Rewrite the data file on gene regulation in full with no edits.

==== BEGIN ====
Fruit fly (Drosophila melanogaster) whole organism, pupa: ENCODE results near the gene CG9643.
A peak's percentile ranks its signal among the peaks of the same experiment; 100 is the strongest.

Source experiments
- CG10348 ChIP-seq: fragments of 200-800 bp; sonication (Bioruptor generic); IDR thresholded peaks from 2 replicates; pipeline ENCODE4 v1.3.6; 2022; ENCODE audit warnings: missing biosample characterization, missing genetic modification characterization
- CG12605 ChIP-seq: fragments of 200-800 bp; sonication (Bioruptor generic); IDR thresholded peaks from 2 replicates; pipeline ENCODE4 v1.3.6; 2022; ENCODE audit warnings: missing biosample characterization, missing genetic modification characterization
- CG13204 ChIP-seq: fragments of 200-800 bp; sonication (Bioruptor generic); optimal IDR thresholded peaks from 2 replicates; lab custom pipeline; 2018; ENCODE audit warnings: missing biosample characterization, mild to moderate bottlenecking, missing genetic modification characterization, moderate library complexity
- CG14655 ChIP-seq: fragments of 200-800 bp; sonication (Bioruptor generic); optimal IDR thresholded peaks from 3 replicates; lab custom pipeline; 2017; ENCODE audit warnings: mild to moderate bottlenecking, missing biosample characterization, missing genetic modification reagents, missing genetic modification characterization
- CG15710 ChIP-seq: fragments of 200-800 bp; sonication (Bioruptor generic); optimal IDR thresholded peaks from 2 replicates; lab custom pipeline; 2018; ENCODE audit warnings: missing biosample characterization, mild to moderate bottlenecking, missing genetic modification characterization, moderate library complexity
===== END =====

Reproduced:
Fruit fly (Drosophila melanogaster) whole organism, pupa: ENCODE results near the gene CG9643.
A peak's percentile ranks its signal among the peaks of the same experiment; 100 is the strongest.

Source experiments
- CG10348 ChIP-seq: fragments of 200-800 bp; sonication (Bioruptor generic); IDR thresholded peaks from 2 replicates; pipeline ENCODE4 v1.3.6; 2022; ENCODE audit warnings: missing biosample characterization, missing genetic modification characterization
- CG12605 ChIP-seq: fragments of 200-800 bp; sonication (Bioruptor generic); IDR thresholded peaks from 2 replicates; pipeline ENCODE4 v1.3.6; 2022; ENCODE audit warnings: missing biosample characterization, missing genetic modification characterization
- CG13204 ChIP-seq: fragments of 200-800 bp; sonication (Bioruptor generic); optimal IDR thresholded peaks from 2 replicates; lab custom pipeline; 2018; ENCODE audit warnings: missing biosample characterization, mild to moderate bottlenecking, missing genetic modification characterization, moderate library complexity
- CG14655 ChIP-seq: fragments of 200-800 bp; sonication (Bioruptor generic); optimal IDR thresholded peaks from 3 replicates; lab custom pipeline; 2017; ENCODE audit warnings: mild to moderate bottlenecking, missing biosample characterization, missing genetic modification reagents, missing genetic modification characterization
- CG15710 ChIP-seq: fragments of 200-800 bp; sonication (Bioruptor generic); optimal IDR thresholded peaks from 2 replicates; lab custom pipeline; 2018; ENCODE audit warnings: missing biosample characterization, mild to moderate bottlenecking, missing genetic modification characterization, moderate library complexity